The profiles of the outbursts of GK Per are unstable. Evans et al. (2009) show it on the deviating 2006 outburst that had a triple-peaked profile in the optical and UV bands. They attributed it to a series of the heating and cooling waves in the disk. These authors also demonstrate that the hard X-ray flux only accounts for a small fraction of the total energy liberated during the outburst. Both X-ray absorption and flux increase in outbursts of this IP (Ishida et al. 1992; Hellier et al. 2004). The emission of the outburst is fitted by thermal bremsstrahlung emission (Ishida et al. 1992). While X-ray absorption was of log NH(cm-2) ≈ 22 in quiescence, the X-ray spectrum of the 1989 outburst showed that two spectral components with the leaky absorbers of the much larger log NH(cm-2) ≈ 23 and log NH(cm-2) ≈ 24 were needed (Ishida et al. 1992). The hardness ratio of the spin modulation of X-rays in the 1996 outburst even suggests that it was caused by absorption with log NH(cm-2) ≈ 24.3 in a curtain connecting the inner disk region and the polar cap of the WD (Hellier et al. 2004). According to Hellier et al. (2004), a change in the accretion geometry also played a role in varying the X-ray profile of the spin modulation between quiescence and outburst.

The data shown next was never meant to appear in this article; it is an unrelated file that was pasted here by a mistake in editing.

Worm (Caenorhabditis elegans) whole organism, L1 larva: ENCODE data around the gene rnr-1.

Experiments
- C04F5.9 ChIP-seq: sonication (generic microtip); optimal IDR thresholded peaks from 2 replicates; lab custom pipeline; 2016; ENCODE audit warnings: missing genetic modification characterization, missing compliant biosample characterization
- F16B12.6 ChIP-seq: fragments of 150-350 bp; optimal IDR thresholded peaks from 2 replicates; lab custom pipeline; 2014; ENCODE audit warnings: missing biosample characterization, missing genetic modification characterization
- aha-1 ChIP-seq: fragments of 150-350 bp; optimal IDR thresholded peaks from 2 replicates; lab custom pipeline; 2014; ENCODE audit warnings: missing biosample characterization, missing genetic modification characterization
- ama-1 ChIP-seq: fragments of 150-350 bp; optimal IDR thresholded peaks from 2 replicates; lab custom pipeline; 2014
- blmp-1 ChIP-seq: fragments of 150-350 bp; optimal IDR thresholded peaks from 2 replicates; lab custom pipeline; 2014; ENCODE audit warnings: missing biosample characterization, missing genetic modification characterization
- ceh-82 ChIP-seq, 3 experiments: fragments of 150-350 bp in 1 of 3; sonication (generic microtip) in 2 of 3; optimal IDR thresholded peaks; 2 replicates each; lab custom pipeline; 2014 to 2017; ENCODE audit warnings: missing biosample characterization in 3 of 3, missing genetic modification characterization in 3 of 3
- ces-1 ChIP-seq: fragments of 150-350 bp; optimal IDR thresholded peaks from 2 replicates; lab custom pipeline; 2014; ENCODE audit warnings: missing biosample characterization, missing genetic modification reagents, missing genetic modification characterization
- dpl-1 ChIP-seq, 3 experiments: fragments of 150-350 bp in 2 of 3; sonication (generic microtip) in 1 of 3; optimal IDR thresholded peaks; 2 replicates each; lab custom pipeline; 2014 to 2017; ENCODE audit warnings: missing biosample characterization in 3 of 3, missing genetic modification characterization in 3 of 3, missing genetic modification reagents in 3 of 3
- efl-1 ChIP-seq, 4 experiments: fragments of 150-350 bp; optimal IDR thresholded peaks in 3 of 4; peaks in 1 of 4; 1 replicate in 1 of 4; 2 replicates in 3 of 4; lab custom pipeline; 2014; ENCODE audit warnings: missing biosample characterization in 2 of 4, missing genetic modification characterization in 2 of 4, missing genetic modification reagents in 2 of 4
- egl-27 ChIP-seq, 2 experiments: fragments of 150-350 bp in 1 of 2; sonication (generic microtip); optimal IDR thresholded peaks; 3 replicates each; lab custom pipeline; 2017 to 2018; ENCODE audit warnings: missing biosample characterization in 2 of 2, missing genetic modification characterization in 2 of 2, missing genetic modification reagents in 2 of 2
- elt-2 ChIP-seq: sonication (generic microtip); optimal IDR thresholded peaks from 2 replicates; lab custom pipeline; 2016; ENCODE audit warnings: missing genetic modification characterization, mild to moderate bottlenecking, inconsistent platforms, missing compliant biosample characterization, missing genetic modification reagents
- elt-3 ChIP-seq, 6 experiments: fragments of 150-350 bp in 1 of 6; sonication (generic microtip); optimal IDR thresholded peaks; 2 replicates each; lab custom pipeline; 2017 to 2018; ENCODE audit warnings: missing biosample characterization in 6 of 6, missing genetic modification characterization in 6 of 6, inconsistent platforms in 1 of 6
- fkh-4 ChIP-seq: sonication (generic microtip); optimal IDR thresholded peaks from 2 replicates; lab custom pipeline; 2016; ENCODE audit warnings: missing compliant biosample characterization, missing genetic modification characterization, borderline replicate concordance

In this paper, I investigate the relation of the optical and X-ray emissions and the deviations in a series of the consecutive outbursts. I analyze the relationship between the time evolution of the profiles of these outbursts in the hard X-ray, the medium/hard X-ray, and the optical bands. This analysis uses the X-ray data from the monitors onboard the RXTE and Swift satellites.